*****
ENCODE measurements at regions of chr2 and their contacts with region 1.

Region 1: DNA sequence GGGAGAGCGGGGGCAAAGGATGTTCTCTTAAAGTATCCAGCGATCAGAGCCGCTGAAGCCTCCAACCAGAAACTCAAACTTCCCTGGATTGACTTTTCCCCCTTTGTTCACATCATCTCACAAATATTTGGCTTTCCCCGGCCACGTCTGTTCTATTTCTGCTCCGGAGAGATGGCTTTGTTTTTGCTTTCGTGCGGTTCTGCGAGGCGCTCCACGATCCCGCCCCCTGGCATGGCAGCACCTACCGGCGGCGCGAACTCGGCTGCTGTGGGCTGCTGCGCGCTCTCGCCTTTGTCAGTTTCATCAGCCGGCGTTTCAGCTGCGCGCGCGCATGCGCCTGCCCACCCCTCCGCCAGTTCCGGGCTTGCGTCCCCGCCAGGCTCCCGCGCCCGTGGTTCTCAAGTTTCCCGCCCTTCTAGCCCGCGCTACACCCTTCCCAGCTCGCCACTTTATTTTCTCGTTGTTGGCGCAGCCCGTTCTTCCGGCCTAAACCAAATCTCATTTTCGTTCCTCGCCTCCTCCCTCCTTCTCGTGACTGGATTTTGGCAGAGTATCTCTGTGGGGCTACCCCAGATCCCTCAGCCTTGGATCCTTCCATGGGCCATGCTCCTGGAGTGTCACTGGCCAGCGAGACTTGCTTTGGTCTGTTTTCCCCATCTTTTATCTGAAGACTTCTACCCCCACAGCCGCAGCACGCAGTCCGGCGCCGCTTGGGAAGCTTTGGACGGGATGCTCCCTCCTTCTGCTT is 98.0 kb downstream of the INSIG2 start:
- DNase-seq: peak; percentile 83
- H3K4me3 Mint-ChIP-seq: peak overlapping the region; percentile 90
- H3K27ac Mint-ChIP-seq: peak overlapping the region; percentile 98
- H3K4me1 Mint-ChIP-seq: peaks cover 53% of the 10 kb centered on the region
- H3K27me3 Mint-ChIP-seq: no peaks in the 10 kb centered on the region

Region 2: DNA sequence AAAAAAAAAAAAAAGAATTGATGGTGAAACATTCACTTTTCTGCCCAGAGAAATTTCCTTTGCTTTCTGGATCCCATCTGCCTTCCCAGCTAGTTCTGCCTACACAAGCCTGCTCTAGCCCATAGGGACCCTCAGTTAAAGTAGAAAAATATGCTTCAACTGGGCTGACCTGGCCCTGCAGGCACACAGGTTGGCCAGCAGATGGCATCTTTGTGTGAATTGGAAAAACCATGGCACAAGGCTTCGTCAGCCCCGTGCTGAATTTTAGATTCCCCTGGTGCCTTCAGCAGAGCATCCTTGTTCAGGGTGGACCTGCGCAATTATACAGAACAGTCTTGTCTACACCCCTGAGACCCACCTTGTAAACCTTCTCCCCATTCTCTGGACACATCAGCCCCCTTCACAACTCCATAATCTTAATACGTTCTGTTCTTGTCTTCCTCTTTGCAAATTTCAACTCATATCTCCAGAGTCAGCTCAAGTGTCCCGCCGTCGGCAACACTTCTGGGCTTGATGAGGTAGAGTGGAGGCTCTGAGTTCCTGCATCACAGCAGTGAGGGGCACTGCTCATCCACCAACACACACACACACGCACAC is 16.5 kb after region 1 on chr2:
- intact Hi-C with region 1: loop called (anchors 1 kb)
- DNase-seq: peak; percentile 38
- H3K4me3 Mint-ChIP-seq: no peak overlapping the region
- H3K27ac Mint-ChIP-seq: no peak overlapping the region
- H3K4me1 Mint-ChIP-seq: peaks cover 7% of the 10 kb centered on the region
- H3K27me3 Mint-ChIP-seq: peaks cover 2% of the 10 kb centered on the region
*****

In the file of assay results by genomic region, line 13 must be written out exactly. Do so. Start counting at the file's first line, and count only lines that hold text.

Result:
- H3K4me1 Mint-ChIP-seq: peaks cover 7% of the 10 kb centered on the region